Africa was the second part of my self-imposed education in my adult life, and I started travelling there when I was 18 years old.
Yet if I'm asked if I know Africa I would reply 'a little', because it’s so huge, from one country to another, from one region to another, from one race to another, the knowledge and names can change, and everyone claims to be the unique holder, or creator of this ancestral wisdom, be it for music, for dance or for therapies.
DIn the places I know, the Tradition is the root of daily life and is extremely present, and everything links to it in one way or another. (The particularity of Tradition is that two people who don't know each other can understand each other thanks to the codes contained within it. They practice the same things, globally, but there are variations depending on the races, tribes or even families or villages, variations that, nonetheless, don't change the main message).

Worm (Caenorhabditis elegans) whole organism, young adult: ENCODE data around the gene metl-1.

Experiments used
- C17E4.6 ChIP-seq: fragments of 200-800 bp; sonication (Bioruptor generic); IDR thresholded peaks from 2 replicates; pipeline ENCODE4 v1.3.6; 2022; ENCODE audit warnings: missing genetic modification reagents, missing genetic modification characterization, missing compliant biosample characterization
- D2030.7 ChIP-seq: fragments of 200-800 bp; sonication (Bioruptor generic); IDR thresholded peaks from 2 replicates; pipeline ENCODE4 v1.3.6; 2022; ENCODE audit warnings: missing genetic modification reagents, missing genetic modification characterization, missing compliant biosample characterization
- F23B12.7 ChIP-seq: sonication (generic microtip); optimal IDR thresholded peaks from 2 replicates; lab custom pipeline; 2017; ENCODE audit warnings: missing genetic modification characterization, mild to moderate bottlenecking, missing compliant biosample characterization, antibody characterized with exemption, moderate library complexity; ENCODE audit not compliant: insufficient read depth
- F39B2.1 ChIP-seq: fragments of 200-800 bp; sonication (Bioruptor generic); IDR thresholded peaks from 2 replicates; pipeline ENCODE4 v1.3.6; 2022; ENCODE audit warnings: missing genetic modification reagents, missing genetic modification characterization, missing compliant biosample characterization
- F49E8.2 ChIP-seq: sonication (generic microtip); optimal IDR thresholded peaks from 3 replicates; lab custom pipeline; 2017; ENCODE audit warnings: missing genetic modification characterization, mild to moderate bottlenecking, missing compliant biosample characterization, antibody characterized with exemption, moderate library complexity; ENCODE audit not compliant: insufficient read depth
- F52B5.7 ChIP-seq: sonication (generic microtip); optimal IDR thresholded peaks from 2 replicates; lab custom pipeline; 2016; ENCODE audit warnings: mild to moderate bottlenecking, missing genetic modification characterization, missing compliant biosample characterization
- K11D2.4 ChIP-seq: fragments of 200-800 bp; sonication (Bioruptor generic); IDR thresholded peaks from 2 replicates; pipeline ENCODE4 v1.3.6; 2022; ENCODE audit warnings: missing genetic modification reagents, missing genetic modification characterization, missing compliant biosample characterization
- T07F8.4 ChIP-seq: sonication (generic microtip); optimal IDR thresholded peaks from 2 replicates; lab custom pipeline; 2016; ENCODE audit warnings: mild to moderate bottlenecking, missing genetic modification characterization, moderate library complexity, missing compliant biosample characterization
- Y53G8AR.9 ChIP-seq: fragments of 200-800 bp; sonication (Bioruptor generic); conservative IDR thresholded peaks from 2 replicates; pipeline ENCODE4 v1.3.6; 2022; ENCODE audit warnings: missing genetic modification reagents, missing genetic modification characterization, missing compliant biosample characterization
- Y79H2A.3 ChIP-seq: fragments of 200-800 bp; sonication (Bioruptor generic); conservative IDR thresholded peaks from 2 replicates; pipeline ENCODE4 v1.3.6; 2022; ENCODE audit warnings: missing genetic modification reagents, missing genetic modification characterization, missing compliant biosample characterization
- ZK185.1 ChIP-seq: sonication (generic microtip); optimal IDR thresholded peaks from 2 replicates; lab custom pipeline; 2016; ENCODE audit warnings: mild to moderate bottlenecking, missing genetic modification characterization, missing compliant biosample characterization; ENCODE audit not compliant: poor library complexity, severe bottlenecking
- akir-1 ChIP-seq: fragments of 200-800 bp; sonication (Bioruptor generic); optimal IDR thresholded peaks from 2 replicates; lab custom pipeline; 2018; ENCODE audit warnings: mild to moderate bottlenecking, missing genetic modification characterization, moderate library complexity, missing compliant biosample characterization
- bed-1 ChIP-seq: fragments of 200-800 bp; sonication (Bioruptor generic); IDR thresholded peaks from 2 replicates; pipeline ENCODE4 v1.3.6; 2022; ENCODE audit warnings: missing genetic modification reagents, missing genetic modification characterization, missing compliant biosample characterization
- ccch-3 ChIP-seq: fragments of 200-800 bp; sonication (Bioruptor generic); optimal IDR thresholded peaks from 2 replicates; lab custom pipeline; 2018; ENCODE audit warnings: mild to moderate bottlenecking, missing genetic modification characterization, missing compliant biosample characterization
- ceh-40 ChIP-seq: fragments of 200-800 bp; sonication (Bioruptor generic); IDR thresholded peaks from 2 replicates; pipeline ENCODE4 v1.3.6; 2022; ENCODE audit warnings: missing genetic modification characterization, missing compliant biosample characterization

The teaching is orally transmitted; there is no theory, strictly speaking. You look, you listen and you reproduce, you practice, watched over by the elders and those with experience, who correct you. You do this under their instruction for years, until you are free and independent, the acknowledgement and proclamation of which can only come from the elders.
It is said that « knowledge is given, not taken. »
This is how it is for therapy, including herbal medicine, rituals, massages and many more.
As far as massage is concerned, in my experience, it is only used when someone is ill or has a physical problem. It's a powerful massage, not always enjoyable, but efficient, and its only aim is to treat the problem, locally or generally, but without the notion of well-being.
I have never seen a woman practice this massage. But I might add that this is doubtless because I am a man and that generally men treat men and women treat women (although in urban areas this is starting to change!).